Convoluted human evolution: Denisovans may be three (Introduction)

by David Turell @, Friday, April 12, 2019, 22:48 (6 days ago) @ David Turell

DNA work has turned up that Denisovan 'types' Are found in several places:

http://blogs.discovermagazine.com/d-brief/2019/04/11/denisovan-indonesia-humans-new-spe...

"a new study using genetic data is offering an intriguing new look into the history of the Denisovans, revealing them as a people of far greater diversity, and reach, than ever before.
The now-extinct people that we call Denisovans actually consisted of three distinct groups of humans spread throughout Eurasia, the researchers say. And one of those groups might well even be considered its own species.

"recent work, including the sequencing of their genome, has begun to peel back the layers of mystery. The Denisovans, along with the Neanderthals, were part of a branch of humans that diverged from our own lineage somewhere between 500,000 and 700,000 years ago. They inhabited Eurasia for hundreds of thousands of years, reaching from Siberia far into tropical Indonesia, and they interbred with both Neanderthals and modern humans.

***

"Previous studies have shown that Southeast Asians — and Pacific Islanders in particular — have a greater proportion of Denisovan DNA than the rest of us. These researchers confirmed that finding, but the breadth of their data also allowed them to go a step further. Pairing their evidence with geographic and demographic data, they used the modern-day fragments of Denisovan DNA to reconstruct what those ancient populations actually looked like.

"The result is a trove of data on the ancient hominins, one that substantially deepens our understanding of their lives writ large. But the find is no lucky break — Denisovan DNA has been lurking in the genomes of Indonesians and others in Southeast Asia all along. Up until now, though, Western scientists hadn’t thought to look.

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"In some modern Indonesians, scientists found not one, but two distinct Denisovan genomic signatures. What’s more, these two groups also looked different from the Denisovans previously found in Siberia, which they researchers say was another group altogether. For those of you keeping count, that adds up to three different kinds of Denisovans spread from Siberia to across the disparate islands of Indonesia.

"It’s a substantial expansion of Denisovans’ range. Whereas scientists published evidence proving they lived in just one small cave in 2010, we now know that Denisovans ranged across thousands of miles during their time on Earth. Being spread across so wide and area for so long probably played a role in the Denisovans’ eventual diversification.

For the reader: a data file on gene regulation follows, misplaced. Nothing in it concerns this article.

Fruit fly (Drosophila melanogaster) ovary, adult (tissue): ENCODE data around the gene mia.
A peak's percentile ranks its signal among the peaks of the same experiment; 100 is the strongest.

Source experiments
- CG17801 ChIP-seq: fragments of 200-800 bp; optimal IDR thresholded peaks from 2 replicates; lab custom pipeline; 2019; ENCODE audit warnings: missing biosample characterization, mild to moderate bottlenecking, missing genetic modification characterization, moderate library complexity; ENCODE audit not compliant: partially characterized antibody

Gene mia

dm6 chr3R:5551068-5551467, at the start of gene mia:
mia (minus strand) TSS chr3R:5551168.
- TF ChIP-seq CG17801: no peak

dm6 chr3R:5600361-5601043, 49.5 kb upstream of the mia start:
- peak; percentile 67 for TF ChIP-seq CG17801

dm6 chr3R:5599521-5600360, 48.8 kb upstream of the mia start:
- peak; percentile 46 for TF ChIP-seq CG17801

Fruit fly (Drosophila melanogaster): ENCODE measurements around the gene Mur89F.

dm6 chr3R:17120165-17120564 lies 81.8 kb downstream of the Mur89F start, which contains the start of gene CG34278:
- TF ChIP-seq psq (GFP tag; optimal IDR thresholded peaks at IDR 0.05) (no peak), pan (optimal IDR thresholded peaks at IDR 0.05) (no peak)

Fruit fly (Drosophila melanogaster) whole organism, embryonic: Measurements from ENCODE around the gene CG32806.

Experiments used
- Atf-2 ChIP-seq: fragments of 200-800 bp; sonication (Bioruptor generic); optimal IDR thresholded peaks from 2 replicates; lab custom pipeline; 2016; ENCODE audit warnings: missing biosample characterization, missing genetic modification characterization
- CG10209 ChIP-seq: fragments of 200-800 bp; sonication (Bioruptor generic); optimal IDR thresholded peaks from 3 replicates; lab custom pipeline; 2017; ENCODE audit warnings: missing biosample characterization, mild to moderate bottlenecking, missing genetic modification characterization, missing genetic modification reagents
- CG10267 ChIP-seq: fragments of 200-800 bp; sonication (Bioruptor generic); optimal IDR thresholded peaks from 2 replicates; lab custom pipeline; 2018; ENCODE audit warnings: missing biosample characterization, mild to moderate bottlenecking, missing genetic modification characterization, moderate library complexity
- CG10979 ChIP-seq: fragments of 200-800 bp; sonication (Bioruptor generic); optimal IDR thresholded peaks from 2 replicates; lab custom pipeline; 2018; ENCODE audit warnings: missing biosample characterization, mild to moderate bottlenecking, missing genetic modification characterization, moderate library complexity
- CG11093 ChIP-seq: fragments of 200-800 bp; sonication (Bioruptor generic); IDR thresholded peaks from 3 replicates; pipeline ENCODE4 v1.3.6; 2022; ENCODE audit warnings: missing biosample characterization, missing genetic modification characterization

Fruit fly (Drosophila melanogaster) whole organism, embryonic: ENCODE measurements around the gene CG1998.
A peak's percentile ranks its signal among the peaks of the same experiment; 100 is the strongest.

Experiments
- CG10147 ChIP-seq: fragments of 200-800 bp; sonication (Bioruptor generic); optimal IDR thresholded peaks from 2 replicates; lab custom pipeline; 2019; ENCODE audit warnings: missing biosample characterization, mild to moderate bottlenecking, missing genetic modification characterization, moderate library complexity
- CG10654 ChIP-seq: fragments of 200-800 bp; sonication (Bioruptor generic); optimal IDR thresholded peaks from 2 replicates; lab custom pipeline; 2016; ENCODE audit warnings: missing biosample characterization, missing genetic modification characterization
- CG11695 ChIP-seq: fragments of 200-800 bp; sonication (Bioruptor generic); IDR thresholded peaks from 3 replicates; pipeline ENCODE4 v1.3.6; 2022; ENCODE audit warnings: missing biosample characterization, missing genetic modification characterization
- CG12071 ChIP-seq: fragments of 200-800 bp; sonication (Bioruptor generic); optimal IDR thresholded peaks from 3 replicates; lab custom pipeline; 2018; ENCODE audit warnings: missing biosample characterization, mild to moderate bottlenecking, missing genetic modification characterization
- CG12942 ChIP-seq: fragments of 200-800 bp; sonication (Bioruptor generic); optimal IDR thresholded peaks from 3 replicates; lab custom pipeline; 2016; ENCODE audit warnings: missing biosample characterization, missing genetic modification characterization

"The three groups were bounded by two large geographical impediments: the Himalayas in the east, and the oceanic gaps between the islands that make up Indonesia today. As the researchers see it, one group of Denisovans would have lived in or around present day Siberia, Kazakhstan and in China just north of the Himalayas. And the remains from members of this group are likely what researchers found in 2010. But a different group of Denisovans lived in Southeast Asia, around present day Thailand and Vietnam. The third group called the islands of Indonesia home. Those two southern groups diverged from the Siberian Denisovans over 250,000 years ago. That’s before anatomically-modern humans even appeared.

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"One of the groups that showed up in the Papuan’s genomes actually looked so genetically distinct that Cox says they should likely be considered an entirely new species. While the researchers cannot name a new species without actual fossil evidence, Cox says that, genetically, the group living in south-east Asia looked as different from the Denisovans in Siberia as it did from Neanderthals.

“'If we’re going to call Neanderthals and Denisovans by a unique name, which we do, then we should probably call this other group by another name,” he says.

"The concept of “species” among ancient hominins is a bit difficult to define — after all, they could often produce fertile offspring with each other, violating a common definition of a species. But, by the current nomenclature, these Denisovans would have been as distinct as other groups of hominins that we call species. If so, it would add yet another branch to the still-growing evolutionary tree of ancient humans.

"Finding the Denisovans spread across so much territory, and inhabiting such different environments, should also notch up our regard for Denisovans’ abilities, Cox says.
“They must have been able to do water crossings, so they must have had some sort of rafts or canoes. We know that they lived across a wide range of environments, from up in Siberia where it freezes during the winter all the way down to tropical rainforests,” he says. “So they must have been incredibly adaptive.”

"Indeed, the Denisovans lived for hundreds of thousands of years in territories where modern humans are today, and they survived for longer than our own species has existed. They were numerous and geographically diffuse enough to birth what is likely an entirely new species of human, and they and our ancestors managed to live in close proximity to each other for tens of thousands of years."

Comment: After surviving so long, there should be fossils to help us understand.


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